shtiyn, S.J. and H. Corbin (eds.). Anthologie des philosophes iraniens depuis le XVIIe sicle jusqu nos jours/Muntakhabt az thr-i hukam-i ilh-yi Irn az asr-i Mr Dmd wa Mr Findirisk t zamn-i hdir. 4 vols., Paris and Tehran: Academie Imperiale Iranienne de Philosophie et Depositaire Librairie Adrien Maisonneuve 1971-79. shtiyn, S.J. Sharh-i muqaddima-i Qaysar bar Fuss al-hikam. 4th ed. Qum: Markaz-i intishrt-i daftar-i tablght-i islm 1375 S.H. Esots, Janis. Cosmic Imagination in the Thought of Ibn al-Arabi and al-Suhrawardi, in A. Asadova (ed.). East and West: Common Spiritual Values. Istanbul: Insan 2010. P. 237-248. Esots, Janis. The Gnostic Element of Sadras Doctrine on Causation, in Seyed G. Safavi (ed.), Mulla Sadra and Comparative Philosophy on Causation. London: Salman Azade Press 2003. P. 7389. Esots, Janis. Unification of Perceiver and Perceived and Unity of Being, in Transcendent Philosophy, vol. 1, 3 (December 2000). P. 17. Frank, Richard M. The Metaphysics of Created Being According to Ab l-Hudhayl al-Allf: A Philosophical Study of the Earliest Kalm. Istanbul: Nederlands Historisch-Archaeologisch Instituut in Het Nabije Oosten 1966. Ibn al-Arab, Muhy al-Dn. Al- Futht al-makkiyya. Beirt: Dr al-Sdir: non-dated. Ibrhm Dnn, Ghulm Rid. Wujd-i rbit wa mustaqil dar falsafa-i islm. Tehrn: Sahm 1362 S.H. Karbs-zda Isfahn, Al. Hakm-i mutaallih Bdbd - ihygar-i hikmat-i shi dar qarn-i davzdahum-i hijr. Tehrn: Pazhhishgh-i ulum-i insn wa mutlit-i farhang 1381 S.H. Mull Al Nr. Haqiqat-i Qurn, Irfn-i Irn. No. 8. Tehrn: Haqqat 1380 S.H. P. 88-96. Mull Al Nr. Rasil-i falsaf: Bast al-haqqa wa Wahdat al-wujd. khund Mull Nazar Al Gln. Tuhfa (published as one vol.). Ed. S.J. shtiyn. [Mashhad?]: Anjuman-i islm hikmat wa falsafa-i Irn 1357 S.H. Nj Isfahn, Hmid. Darmad, in Irfn-i Irn. No. 8. Tehrn: Haqqat 1380 S.H.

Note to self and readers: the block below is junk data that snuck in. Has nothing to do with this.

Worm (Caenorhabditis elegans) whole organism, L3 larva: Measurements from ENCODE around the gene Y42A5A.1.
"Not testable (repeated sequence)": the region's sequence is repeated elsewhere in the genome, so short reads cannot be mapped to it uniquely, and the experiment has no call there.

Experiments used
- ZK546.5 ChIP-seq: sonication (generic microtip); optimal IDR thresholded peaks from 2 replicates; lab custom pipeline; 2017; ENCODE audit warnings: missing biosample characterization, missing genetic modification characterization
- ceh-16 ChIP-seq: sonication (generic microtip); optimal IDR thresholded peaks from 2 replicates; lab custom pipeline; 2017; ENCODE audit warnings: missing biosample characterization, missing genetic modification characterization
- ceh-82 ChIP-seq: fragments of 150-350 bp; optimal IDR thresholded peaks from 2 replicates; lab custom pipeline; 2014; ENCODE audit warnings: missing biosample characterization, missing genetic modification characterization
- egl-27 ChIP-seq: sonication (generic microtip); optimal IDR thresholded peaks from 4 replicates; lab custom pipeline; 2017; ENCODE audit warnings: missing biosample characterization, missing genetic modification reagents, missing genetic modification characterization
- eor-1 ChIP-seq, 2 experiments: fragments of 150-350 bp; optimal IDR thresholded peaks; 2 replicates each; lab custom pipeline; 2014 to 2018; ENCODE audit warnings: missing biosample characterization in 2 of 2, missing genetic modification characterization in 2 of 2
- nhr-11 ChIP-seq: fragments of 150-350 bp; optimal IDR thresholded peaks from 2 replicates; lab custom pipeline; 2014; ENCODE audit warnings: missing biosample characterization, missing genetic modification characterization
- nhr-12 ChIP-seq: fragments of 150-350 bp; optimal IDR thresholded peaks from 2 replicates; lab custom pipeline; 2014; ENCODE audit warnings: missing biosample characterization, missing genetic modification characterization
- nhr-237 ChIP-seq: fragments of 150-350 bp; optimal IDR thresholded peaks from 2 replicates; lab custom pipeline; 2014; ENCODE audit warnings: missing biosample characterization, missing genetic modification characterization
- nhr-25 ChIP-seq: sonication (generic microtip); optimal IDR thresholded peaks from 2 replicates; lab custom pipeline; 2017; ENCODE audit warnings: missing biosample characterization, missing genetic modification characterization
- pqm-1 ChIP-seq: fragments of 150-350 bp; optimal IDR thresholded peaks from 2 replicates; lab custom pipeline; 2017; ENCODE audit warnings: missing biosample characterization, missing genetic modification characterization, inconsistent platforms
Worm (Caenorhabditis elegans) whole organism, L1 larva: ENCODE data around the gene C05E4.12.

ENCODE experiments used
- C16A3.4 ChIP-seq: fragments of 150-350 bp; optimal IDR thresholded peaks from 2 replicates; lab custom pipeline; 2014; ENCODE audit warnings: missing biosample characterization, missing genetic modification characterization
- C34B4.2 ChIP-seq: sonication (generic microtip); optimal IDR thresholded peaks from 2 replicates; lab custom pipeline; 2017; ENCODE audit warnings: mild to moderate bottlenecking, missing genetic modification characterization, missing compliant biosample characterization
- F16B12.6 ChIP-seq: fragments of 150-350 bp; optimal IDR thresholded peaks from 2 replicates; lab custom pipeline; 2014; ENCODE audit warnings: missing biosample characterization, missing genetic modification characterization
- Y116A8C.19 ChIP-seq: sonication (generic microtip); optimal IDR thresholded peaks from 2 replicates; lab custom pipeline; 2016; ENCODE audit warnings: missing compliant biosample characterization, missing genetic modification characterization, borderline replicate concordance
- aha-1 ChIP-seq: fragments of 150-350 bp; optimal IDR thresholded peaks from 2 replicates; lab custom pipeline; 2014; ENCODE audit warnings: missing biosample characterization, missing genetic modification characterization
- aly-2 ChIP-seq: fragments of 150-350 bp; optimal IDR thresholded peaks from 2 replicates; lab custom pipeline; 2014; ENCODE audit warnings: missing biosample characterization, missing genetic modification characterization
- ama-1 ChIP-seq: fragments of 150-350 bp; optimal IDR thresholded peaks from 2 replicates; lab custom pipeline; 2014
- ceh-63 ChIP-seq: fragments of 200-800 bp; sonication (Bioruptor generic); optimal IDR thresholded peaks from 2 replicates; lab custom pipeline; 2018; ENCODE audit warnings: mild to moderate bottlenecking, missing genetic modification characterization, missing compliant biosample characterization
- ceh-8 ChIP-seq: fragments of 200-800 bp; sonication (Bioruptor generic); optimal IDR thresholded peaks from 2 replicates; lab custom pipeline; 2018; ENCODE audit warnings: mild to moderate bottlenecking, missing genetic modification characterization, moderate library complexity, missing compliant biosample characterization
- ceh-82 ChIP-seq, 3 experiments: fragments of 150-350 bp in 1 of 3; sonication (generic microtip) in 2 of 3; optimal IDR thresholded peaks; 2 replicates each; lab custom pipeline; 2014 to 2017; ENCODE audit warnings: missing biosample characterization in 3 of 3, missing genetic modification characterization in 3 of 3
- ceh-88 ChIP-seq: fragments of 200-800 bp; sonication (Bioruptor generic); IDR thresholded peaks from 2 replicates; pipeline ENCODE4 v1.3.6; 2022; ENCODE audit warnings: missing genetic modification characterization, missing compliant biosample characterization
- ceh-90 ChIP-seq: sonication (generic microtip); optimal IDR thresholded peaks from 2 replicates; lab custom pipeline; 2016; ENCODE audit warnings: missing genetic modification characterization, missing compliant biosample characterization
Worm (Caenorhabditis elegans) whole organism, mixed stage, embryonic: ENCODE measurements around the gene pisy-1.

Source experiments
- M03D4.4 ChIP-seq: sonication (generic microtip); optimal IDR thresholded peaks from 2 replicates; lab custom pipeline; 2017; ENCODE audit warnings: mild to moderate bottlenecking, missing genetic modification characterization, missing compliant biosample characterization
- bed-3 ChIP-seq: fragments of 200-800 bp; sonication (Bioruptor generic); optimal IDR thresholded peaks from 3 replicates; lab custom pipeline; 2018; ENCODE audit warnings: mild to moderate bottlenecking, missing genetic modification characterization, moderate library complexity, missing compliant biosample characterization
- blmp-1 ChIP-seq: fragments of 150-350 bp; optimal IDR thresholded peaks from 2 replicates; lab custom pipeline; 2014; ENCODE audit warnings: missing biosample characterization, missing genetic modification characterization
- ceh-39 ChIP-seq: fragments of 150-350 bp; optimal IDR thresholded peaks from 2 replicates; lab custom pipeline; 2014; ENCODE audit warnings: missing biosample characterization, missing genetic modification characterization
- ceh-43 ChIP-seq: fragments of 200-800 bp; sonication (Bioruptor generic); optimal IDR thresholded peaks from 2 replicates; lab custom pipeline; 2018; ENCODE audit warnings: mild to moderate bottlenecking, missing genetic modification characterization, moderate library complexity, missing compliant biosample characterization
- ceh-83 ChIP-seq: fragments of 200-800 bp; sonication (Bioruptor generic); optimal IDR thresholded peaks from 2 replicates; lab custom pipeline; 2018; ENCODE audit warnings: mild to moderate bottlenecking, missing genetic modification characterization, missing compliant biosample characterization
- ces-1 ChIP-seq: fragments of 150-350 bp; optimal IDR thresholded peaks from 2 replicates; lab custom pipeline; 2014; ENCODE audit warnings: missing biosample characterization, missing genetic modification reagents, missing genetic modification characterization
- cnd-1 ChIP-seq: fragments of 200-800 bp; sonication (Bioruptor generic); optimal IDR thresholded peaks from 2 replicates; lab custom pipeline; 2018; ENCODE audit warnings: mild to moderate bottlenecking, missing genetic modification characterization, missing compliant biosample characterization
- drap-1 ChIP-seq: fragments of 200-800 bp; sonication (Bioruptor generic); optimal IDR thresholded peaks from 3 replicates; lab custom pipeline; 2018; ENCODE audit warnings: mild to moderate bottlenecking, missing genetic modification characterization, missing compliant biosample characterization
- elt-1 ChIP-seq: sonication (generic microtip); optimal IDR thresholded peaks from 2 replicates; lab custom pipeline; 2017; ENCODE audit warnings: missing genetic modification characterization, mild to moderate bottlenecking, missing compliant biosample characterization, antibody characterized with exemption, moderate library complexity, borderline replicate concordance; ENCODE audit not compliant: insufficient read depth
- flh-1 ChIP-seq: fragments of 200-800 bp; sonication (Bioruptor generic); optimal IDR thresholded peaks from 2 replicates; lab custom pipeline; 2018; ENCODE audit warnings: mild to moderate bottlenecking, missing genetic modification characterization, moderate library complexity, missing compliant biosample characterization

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Qaysar, Dwd al-. Matla khuss al-kalam f man fuss al-hikam. Qum: Muassasa muhibbn li-tiba wa l-nashr 1423 L.H. Sadqh Suh, M. Tarikh-i hukam wa uraf-i mutaakhir. 2nd ed. Tehrn: Hikmat 1381 S.H. Shrz, Sadr al-Dn al-. Asrr al-yt. Ed. M.Khjav. Tehrn: Iranian Academy of Philosophy 1981. Shrz, Sadr al-Dn al-. Al-Hikma al-mutaliyya f l-asfr al-aqliyya al-arbaa. 9 vols. Eds. R.Lutf, I.Amn, and F.Ummd. 3rd edition, Beirt: Dr ihy al-turth alarab 1981. Shrz, Sadr al-Dn al-. Mafth al-ghayb. 2 vols. Ed. M.Khjav. Beirt: Muassasat al-tarkh al-arab 1999. Shrz, Sadr al-Dn al-. Al-masil al-qudsiyya, in idem. Se risla-i falsaf. Ed. S.J. shtiyn. 3rd ed. Qum: Markaz-i intishrt-i daftar-i tablght-i islm hawza-i ilm-i Qum 1378 S.H. Shrz, Sadr al-Dn al-. Tafsr al-Qurn al-Karm. 7 vols. Ed. M. Khjav. Qum: Intishrt-i Bdr 1366/1987. Sohravardi, Sh.Y. Oeuvres philosophiques et mystiques. Ed. Henry Corbin. 2nd edition. TehranParis: Academie Imperiale Iranienne de Philosophie et Depositaire Librairie Adrien Maisonneuve 1976.T. 1. Tunikbun, Muhammad. Qisas al-ulam. Tehrn: 1888 (lithogr. ed.). Wisnovsky, Robert. Notes on Avicennas Concept of Thingness, in Arabic Sciences and Philosophy. Vol. 10 (2000). P. 181-221. Endnotes
1

Among his other teachers, the biographers have mentioned Mrz Ab l-Qsim Mudarris Isfahn and Muhammad Ibrhm Jadd Gulpyagn Isfahn (d. 1199/ 1785) (see: Hmid Nj Isfahn. Darmad// Irfn-i Irn. No. 8. Tehrn: Haqqat 1380 S.H. P. 81; M. Sadqh Suh. Tarikh-i hukam wa uraf-i mutaakhir. 2nd ed. Tehrn: Hikmat 1381 S.H. Chapter 5. P. 144). 2 Al Karbs-zda Isfahn. Hakm-i mutaallih Bdbd - ihygar-i hikmat-i shi dar qarn-i davzdahum-i hijr. Tehrn: Pazhhishgh-i ulum-i insn wa mutliti farhang 1381 S.H. P. 121-122. 3 Muhammad Tunikbun. Qisas al-ulam. Tehrn: 1888 (lithogr. ed.) P. 150-151. For more sources on Nrs life, see: Hmid Nj. Darmad. P. 81-82, note 1. The most recent attempt to present a detailed account on Nrs life, apparently, was made by M. Sadqh Suh in his Tarikh-i hukam wa uraf. Chapter 5. P. 143160. However, almost the entire chapter consists of (badly arranged) quotations from earlier sources and a list of Nrs most prominent students (even a tentative list of Nrs writings is absent!). 4 Published in: Sadr al-Dn al-Shrz. Tafsr al-Qurn al-Karm. 7 vols. Ed. M.Khjav. Qum: Intishrt-i Bdr 1366/1987. 5 Published in: Sadr al-Dn al-Shrz. Al-Hikma al-mutaliyya f l-asfr al-aqliyya